Differentiating children with and without language impairment based on grammaticality

Two groups of 3-year-olds, 17 with language impairment and 17 with typical language, participated in a picture description task. Percentage Grammatical Utterance (PGU), Percentage Sentence Point (PSP), and Percentage Verb Tense Usage (PVT) were computed. PGU, PSP, and PVT were all sensitive to language impairment. However, PGU was less likely than PSP and PVT to misclassify children with typical language. The resultant diagnostic accuracy makes PGU an appropriate measure to use to screen for language impairment.

Eisenberg, Sarita L. & Guo, Ling-Yu. (2013). Differentiating children with and without language impairment based on grammaticality. Language, Speech, and Hearing Services in Schools, 44, 20-31.

About rickyWburk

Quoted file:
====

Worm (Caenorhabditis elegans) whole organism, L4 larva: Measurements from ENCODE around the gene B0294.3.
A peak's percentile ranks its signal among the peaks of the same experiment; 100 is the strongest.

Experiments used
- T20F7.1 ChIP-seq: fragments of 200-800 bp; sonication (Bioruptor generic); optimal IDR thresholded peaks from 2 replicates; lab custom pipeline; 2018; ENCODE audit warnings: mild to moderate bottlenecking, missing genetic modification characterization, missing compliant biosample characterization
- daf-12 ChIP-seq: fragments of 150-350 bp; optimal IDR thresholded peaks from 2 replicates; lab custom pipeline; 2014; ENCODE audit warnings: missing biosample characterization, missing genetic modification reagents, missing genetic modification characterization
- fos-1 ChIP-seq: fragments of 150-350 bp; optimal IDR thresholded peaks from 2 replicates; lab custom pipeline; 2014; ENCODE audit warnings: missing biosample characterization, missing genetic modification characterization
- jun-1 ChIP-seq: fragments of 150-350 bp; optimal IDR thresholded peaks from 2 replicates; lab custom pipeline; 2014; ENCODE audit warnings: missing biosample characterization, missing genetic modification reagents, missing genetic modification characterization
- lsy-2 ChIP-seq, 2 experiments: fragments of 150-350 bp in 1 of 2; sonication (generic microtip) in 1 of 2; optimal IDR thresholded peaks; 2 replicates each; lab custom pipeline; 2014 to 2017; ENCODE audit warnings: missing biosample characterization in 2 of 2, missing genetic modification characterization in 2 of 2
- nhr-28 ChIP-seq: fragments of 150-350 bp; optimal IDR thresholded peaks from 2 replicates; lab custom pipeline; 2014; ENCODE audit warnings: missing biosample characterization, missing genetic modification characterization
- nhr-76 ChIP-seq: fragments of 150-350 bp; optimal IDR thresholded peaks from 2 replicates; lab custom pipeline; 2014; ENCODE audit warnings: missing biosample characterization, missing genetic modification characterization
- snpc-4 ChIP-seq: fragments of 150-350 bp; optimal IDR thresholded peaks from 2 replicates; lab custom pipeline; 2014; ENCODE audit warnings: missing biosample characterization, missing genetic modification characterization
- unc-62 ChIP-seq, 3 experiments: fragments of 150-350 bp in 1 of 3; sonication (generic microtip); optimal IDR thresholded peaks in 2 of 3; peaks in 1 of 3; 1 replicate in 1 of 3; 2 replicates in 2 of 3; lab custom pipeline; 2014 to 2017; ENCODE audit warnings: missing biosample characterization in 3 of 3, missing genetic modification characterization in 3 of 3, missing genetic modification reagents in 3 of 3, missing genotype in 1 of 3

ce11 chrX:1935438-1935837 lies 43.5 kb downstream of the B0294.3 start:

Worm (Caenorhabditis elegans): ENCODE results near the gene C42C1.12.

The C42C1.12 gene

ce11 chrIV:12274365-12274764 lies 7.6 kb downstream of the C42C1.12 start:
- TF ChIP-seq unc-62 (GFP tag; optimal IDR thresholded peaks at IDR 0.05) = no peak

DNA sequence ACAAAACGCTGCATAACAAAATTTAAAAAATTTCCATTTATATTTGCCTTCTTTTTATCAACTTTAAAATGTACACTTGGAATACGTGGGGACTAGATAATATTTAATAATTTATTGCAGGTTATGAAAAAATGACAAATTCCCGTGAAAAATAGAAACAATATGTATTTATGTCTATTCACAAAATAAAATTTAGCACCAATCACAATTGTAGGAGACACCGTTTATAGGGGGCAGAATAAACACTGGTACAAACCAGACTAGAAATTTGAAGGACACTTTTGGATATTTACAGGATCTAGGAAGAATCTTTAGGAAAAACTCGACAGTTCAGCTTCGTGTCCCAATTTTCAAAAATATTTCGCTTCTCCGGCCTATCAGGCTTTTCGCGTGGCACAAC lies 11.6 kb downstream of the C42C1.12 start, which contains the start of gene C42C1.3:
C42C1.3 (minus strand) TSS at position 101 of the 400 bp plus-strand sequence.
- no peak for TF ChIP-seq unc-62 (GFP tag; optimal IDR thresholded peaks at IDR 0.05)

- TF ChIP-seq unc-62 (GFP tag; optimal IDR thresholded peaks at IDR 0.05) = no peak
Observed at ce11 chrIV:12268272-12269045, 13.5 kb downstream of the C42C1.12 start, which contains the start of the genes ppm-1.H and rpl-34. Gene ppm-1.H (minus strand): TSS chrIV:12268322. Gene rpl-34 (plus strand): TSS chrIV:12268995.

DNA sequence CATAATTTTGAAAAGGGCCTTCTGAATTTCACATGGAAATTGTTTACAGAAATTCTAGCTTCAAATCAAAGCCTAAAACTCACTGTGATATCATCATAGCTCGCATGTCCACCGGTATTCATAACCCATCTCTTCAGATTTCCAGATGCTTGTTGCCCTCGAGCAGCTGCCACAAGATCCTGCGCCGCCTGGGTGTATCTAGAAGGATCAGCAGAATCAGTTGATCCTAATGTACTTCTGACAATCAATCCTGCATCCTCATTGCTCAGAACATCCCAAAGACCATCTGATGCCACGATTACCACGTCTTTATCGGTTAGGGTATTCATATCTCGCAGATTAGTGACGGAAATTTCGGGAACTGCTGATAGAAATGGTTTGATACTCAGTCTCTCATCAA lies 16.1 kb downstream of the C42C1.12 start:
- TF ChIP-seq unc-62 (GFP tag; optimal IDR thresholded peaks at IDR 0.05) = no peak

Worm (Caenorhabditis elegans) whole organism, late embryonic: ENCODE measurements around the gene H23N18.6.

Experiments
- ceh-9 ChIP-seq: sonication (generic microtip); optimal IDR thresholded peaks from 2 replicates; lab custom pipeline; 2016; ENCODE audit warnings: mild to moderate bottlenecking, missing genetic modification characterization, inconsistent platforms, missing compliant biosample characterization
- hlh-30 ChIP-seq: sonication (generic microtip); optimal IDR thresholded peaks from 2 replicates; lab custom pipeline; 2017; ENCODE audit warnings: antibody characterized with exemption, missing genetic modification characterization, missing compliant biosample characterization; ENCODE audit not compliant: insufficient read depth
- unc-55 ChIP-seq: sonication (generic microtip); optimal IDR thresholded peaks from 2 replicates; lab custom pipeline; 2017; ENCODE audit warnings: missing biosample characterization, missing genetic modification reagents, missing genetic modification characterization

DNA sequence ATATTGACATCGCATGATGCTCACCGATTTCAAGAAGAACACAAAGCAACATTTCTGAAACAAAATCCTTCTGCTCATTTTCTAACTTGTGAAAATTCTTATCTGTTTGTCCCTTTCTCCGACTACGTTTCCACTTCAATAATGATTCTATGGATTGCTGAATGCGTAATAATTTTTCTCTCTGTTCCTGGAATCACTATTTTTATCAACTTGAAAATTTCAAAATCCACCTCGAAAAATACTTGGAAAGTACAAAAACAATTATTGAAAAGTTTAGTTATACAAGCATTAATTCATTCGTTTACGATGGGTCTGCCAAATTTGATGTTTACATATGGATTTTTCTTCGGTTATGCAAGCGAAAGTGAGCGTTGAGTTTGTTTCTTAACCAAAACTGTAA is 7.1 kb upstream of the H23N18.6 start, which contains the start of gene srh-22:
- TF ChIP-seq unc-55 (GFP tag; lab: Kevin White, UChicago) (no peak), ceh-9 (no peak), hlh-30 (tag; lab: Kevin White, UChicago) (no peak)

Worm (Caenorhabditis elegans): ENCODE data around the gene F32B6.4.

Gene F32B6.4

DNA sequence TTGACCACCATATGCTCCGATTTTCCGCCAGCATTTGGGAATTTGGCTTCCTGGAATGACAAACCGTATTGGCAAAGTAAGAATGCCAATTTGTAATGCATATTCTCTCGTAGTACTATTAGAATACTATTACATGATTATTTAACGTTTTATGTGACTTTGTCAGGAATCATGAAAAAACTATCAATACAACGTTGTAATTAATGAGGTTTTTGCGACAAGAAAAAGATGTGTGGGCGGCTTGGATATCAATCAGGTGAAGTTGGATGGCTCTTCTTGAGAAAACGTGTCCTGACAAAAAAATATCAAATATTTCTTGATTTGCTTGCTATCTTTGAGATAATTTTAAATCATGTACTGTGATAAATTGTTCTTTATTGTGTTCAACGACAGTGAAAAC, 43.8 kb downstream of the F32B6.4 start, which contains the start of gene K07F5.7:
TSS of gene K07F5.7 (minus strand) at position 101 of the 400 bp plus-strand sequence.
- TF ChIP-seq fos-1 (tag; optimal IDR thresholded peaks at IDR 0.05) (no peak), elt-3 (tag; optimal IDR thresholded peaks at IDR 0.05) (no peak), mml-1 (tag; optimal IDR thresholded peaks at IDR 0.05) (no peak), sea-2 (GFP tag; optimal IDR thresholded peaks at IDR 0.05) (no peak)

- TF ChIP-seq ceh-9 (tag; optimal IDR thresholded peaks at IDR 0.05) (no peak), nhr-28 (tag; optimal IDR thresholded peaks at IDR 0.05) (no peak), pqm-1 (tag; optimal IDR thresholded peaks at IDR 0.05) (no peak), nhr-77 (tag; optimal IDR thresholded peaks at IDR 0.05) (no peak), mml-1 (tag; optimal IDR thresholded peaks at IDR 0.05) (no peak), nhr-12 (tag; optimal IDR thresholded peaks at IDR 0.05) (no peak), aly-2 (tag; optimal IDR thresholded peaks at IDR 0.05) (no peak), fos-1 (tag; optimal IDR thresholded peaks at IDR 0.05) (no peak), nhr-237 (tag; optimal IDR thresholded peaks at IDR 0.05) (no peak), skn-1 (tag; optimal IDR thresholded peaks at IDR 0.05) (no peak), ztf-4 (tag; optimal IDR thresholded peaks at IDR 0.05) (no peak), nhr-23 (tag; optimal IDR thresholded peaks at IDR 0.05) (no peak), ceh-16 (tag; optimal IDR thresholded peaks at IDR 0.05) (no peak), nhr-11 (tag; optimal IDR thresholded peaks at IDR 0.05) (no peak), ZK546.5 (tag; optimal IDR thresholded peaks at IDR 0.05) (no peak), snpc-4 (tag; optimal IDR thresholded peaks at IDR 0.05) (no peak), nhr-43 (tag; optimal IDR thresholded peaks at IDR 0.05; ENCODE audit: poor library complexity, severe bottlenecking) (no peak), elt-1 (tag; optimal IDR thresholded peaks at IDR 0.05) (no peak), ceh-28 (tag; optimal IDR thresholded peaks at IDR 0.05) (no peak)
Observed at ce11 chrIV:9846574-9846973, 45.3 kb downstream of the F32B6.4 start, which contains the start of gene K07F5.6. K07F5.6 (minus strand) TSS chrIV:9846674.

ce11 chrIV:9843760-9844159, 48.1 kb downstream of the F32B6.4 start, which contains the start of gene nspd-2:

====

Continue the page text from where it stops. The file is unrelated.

Ricky W. Burk, CCC-SLP, BCS-F, is a speech-language pathologist who provides in-home therapy for adolescents and adults residing in Tennessee and Mississippi who stutter. His career includes PreK, elementary, middle, and high school practice, undergraduate & graduate faculty appointments, skilled nursing, national & international consultation, private practice, and national & international speaking presentations. He holds the American Speech-Language Hearing Association Certificate of Clinical Competence, and he is a Board Certified Specialist in Fluency Disorders. He is the ASHA Continuing Education Administrator for the National Association for Speech Fluency.
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